Examples of public figures:
Corporations are not always public figures. They are judged by the same standards as individuals.
- A former city attorney and an attorney for a corporation organized to recall members of city counsel
- A psychologist who conducted "nude marathon" group therapy
- A land developer seeking public approval for housing near a toxic chemical plant
- Members of an activist group who spoke with reporters at public events
In some states, there are legal privileges protecting fair comments about public proceedings. For example, in California you have a right to make "a fair and true report in, or a communication to, a public journal, of (A) a judicial, (B) legislative, or (C) other public official proceeding, or (D) of anything said in the course thereof, or (E) of a verified charge or complaint made by any person to a public official, upon which complaint a warrant has been issued." This provision has been applied to posting on an online message board, Colt v. Freedom Communications, Inc., and would likely also be applied to blogs. The California privilege also extends to fair and true reports of public meetings, if the publication of the matter complained of was for the public benefit.What is a "fair and true report"?
A report is "fair and true" if it captures the substance, gist, or sting of the proceeding. The report need not track verbatim the underlying proceeding, but should not deviate so far as to produce a different effect on the reader.What if I want to report on a public controversy?
Many jurisdictions recognize a "neutral reportage" privilege, which protects "accurate and disinterested reporting" about potentially libelous accusations arising in public controversies. As one court put it, "The public interest in being fully informed about controversies that often rage around sensitive issues demands that the press be afforded the freedom to report such charges without assuming responsibility for them."If I write something defamatory, will a retraction help?
Some jurisdictions have retraction statutes that provide protection from defamation lawsuits if the publisher retracts the allegedly defamatory statement. For example, in California, a plaintiff who fails to demand a retraction of a statement made in a newspaper or radio or television broadcast, or who demands and receives a retraction, is limited to getting "special damages" — the specific monetary losses caused by the libelous speech. While few courts have addressed retraction statutes with regard to online publications, a Georgia court denied punitive damages based on the plaintiff's failure to request a retraction for something posted on an Internet bulletin board. (See Mathis v. Cannon)What if I change the person's name?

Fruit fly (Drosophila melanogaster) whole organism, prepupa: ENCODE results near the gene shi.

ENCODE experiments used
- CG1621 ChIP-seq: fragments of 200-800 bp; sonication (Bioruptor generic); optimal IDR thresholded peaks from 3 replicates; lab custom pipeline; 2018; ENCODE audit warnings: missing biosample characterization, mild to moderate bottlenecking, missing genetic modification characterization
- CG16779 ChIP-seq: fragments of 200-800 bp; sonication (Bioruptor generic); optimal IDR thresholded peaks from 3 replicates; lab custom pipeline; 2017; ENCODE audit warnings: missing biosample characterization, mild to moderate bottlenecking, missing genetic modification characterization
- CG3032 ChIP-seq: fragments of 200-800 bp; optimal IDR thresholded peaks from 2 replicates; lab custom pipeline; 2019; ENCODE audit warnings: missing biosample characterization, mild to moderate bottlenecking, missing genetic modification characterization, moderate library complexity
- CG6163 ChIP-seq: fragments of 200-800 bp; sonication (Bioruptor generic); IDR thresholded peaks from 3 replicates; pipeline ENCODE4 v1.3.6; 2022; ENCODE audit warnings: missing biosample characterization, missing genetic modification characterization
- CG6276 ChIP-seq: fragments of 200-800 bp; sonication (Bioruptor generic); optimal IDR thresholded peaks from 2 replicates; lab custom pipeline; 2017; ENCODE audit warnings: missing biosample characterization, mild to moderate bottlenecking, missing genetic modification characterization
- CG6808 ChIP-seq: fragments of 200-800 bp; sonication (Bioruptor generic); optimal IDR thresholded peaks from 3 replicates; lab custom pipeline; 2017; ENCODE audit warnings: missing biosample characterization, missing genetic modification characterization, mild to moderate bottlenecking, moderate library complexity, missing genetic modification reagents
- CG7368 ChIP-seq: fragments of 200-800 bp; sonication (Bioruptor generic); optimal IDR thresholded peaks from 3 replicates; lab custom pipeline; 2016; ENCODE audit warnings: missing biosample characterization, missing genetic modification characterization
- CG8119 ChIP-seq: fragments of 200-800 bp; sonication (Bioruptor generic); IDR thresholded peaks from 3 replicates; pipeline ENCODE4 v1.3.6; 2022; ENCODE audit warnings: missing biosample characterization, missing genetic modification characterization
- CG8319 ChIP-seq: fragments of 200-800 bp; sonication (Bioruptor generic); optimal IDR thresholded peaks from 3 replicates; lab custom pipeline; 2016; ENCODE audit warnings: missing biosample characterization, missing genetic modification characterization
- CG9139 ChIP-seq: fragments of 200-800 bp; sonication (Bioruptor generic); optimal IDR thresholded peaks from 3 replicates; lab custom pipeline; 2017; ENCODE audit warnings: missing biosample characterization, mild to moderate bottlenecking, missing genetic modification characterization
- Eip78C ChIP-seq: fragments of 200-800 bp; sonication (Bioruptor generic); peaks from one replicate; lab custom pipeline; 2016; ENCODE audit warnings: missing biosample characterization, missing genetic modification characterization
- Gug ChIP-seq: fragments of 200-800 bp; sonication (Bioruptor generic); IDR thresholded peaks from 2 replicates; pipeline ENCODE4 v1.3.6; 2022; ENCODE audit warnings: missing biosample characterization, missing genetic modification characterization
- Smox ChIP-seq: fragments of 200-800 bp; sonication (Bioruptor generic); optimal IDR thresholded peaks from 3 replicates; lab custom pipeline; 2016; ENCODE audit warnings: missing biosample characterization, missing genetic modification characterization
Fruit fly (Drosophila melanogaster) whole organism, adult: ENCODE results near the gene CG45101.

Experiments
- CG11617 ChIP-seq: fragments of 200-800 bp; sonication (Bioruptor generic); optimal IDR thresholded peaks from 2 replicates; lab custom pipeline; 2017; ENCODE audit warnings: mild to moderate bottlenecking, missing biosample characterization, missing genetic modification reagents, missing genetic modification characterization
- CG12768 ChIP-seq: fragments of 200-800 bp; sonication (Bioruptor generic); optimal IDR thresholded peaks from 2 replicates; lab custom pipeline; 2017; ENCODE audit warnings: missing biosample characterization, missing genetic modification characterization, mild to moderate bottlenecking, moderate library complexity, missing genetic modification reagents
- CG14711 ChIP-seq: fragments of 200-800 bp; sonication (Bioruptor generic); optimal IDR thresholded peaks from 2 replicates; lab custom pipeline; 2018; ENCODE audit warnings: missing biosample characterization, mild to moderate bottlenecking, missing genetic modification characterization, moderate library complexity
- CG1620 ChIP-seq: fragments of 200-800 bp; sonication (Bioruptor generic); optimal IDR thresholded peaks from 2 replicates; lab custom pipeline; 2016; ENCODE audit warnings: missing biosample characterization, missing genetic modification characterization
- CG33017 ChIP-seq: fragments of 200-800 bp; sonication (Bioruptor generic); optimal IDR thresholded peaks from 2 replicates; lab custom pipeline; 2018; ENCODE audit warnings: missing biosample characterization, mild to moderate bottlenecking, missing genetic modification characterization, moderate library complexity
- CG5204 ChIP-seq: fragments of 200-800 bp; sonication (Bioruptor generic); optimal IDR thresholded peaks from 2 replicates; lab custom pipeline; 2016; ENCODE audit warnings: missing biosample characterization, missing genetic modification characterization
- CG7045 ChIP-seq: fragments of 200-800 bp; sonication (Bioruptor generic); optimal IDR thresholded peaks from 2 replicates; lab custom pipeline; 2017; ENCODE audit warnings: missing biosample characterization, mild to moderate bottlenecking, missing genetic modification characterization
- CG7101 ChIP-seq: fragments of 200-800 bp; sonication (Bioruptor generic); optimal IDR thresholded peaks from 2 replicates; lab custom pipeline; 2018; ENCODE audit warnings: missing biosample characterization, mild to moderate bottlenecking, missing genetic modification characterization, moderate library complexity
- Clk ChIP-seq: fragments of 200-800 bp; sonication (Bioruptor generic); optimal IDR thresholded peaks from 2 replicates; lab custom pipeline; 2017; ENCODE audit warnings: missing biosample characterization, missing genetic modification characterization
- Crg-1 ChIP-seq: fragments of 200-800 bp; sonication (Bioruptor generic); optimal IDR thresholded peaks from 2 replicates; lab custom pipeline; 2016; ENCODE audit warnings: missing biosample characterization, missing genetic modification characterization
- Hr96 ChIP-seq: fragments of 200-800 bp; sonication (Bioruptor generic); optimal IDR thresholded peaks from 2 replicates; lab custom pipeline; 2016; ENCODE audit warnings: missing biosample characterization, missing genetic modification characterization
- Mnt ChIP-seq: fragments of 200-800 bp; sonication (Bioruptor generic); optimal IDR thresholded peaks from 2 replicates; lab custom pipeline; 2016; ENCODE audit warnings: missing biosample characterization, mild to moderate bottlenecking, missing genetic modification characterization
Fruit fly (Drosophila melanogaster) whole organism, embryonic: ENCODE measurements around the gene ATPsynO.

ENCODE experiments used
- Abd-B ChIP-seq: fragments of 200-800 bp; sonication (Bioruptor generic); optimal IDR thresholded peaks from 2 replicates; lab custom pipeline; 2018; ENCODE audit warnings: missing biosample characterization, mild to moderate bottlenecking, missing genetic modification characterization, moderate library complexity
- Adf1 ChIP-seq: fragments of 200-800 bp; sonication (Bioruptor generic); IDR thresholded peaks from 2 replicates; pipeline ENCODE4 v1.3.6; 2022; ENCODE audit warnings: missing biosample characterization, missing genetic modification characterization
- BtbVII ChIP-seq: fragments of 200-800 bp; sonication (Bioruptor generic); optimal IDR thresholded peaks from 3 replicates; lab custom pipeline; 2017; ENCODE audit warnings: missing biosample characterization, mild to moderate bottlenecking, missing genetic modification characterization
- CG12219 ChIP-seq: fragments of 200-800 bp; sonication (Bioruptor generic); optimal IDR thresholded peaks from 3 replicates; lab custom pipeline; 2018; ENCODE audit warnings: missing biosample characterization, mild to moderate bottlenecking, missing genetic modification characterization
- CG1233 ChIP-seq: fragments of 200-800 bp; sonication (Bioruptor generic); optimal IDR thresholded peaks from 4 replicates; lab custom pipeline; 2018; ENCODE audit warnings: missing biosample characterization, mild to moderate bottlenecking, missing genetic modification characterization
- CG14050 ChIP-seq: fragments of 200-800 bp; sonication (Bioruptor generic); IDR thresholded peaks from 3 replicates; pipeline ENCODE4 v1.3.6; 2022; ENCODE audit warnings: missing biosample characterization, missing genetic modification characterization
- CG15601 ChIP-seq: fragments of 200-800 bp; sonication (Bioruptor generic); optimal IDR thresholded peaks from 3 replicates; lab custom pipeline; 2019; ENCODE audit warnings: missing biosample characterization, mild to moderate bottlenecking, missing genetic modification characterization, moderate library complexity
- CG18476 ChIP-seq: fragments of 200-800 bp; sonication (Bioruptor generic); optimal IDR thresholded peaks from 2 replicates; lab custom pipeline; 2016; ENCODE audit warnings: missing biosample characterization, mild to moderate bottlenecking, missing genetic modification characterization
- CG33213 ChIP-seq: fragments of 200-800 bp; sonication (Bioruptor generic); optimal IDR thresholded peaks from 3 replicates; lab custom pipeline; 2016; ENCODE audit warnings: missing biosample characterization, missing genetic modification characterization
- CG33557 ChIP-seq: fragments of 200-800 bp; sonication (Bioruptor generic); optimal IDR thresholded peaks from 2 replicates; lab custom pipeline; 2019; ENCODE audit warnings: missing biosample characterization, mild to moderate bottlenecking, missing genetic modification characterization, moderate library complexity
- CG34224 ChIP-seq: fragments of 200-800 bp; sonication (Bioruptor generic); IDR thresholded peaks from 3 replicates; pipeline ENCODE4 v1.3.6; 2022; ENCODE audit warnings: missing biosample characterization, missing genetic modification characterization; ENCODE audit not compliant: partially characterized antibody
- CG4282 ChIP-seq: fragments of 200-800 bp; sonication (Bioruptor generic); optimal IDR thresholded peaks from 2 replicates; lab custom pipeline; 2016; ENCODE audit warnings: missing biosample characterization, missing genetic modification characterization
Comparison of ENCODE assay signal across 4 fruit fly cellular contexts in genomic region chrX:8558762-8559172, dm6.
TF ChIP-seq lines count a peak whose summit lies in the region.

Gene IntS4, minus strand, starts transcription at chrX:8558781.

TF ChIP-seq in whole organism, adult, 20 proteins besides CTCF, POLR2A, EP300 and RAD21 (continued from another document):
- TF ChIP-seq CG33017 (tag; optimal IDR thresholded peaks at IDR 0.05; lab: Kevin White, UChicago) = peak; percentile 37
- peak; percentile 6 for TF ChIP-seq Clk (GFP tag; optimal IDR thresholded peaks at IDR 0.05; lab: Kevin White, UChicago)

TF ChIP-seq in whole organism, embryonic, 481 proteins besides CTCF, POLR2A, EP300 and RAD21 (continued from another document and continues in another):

If you get a reasonable retraction request, it may help you to comply. The retraction must be "substantially as conspicuous" as the original alleged defamation.
To state a defamation claim, the person claiming defamation need not be mentioned by name — the plaintiff only needs to be reasonably identifiable. So if you defame the "government executive who makes his home at 1600 Pennsylvania Avenue," it is still reasonably identifiable as the president.Do blogs have the same constitutional protections as mainstream media?
Yes. The US Supreme Court has said that "in the context of defamation law, the rights of the institutional media are no greater and no less than those enjoyed by other individuals and organizations engaged in the same activities."What if I republish another person's statement? (i.e. someone comments on your posts)
Generally, anyone who repeats someone else's statements is just as responsible for their defamatory content as the original speaker — if they knew, or had reason to know, of the defamation. Recognizing the difficulty this would pose in the online world, Congress enacted Section 230 of the Communications Decency Act, which provides a strong protection against liability for Internet "intermediaries" who provide or republish speech by others. See the Section 230 FAQ for more.Can I get insurance to cover defamation claims?
The vast weight of authority has held that Section 230 precludes liability for an intermediary's distribution of defamation. While one California court had held that the federal law does not apply to an online distributor's liability in a defamation case, the case, Barrett v. Rosenthal, was overturned by the California Supreme Court (EFF filed an amicus brief in this case)